He believes the actively managed ETFs will appeal to day traders and to online investors who want to invest their money quickly and easily.

"They might look at their account at three in the afternoon and decide that they need to have exposure to this fund. Rather than wait and go through the hassle of contacting the mutual fund company and buying the share through them, they can just put an order through their broker and buy the position," Fleites said. Furthering the appeal of buying funds through an exchange rather than a fund company would be the ability to get quotes on the fund and keep track of it throughout the day.

Most is convinced there is a market for actively managed ETFs if the structural problems can be worked out. "I think there are probably a lot of people who would buy (an actively managed ETF). Previously, when there was very clear evidence that the indexes were beating the managed funds there were a number of people who would say 'Why are you going for these things? Why are you buying individual stocks?' The answer is 'Well, I enjoy it more; I get more fun out of it,'" he said. Most added that while he believes it has been proven that indexes beat active management over long periods of time, there are some funds that can beat an index over the short term.

Gastineau agrees with Fleites' assessments as to the probable trading volume of such a product.

"These things are highly unlikely to trade in anything like the volume relative to the assets of the fund that you have with the SPDRs or the Nasdaq 100," he says.


However, Gastineau says there is a good chance that the assets invested in the new funds will exceed those in the indexed ETFs, since actively managed assets still make up the bulk of mutual fund assets. In addition, individual investors currently hold the majority of the assets in existing ETFs, he said, while investment professionals account for much of the trading volume. The fund's lack of attraction for investment professionals will mean smaller trading volume and not necessarily a significant assets shortfall according to Gastineau.

But curious investors should look for enhanced ETFs to arrive on the marketplace before the appearance of any that are fully active.

"It's a product evolution where you start off with the easy products first -the index products - then you gradually go to the enhanced products which are related to the indexes. Then, from there, you move to the active," said James Pacetti, president of ETF International Associates, a consulting firm in New York that specializes in ETFs.

He noted that there are some enhanced ETFs in registration with the Securities and Exchange Commission right now. Gastineau, however, says that those funds do not meet everyone's definition of enhanced.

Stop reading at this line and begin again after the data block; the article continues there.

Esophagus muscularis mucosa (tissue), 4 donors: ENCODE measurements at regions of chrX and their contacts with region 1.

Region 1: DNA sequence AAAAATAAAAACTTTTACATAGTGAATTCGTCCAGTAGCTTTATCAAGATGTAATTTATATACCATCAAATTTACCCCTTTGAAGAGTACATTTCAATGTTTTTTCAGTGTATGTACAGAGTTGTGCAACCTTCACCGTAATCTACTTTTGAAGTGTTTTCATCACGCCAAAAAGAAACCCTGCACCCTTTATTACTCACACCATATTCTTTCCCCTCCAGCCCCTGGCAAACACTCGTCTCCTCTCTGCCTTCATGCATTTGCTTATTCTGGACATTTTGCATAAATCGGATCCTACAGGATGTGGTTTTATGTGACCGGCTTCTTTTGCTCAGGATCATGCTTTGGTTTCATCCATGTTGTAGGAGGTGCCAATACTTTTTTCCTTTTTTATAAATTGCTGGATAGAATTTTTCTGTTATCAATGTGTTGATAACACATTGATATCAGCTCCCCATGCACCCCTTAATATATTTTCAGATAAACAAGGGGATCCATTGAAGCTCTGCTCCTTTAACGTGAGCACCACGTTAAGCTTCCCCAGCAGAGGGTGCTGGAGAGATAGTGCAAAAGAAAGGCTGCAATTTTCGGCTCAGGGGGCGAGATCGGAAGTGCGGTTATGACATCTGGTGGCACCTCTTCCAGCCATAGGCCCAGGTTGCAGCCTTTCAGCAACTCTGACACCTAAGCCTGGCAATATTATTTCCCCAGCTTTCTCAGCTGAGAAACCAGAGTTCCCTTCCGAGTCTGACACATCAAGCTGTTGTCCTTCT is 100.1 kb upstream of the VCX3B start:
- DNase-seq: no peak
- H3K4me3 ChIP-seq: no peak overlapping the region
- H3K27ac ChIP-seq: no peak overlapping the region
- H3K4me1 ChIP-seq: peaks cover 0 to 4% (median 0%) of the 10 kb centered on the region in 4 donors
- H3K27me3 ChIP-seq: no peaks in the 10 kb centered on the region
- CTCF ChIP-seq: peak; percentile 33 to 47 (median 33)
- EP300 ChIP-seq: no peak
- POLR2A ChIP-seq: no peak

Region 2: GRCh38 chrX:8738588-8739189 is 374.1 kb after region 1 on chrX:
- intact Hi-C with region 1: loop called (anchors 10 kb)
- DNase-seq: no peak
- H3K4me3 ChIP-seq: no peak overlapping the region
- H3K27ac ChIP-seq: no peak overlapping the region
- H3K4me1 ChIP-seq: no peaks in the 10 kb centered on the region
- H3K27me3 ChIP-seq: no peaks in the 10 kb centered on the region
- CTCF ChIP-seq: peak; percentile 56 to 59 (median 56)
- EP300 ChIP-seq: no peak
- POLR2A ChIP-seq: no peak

"I think the SEC is looking at them as if they are (enhanced index funds); I would pretty much call them straight index funds," Gastineau said. "I think that's something you could pretty much say is an issue of semantics."

Some of the funds in registration might utilize active strategies, but all are designed to track or match the performance of an index, Weber agreed.

Fleites also believes that enhanced ETFs are the next phase. "I think personally that the next wave is going to be an enhanced index product, because there you still preserve a lot of advantages of the original index-linked investment product. People will go to it because it offers the potential to earn a little bit more money, but the concept is still by and large the same." Further, brokers will still find an enhanced ETF an attractive hedging tool, he added.

The first fully actively managed ETFs, however, might be issued as additional share classes of regular mutual funds, Pacetti says. "Alot of people who are looking to do ETFs want to take an existing fund they have and create a new class of shares with the ETFs."

Gastineau and representatives of the Amex stress that the actively managed ETF is still in the very earliest stages of development.

Even if all the structural issues are worked out, he believes the funds will still be a long way from being brought to the marketplace. The Securities Exchange Commission took a long time to approve the original ETFs, and Gastineau believes they will take at least as long when they turn their attention to the actively managed ETFs. "Down the road it could be very interesting, but there's really not that much to talk about [yet]," Weber concluded.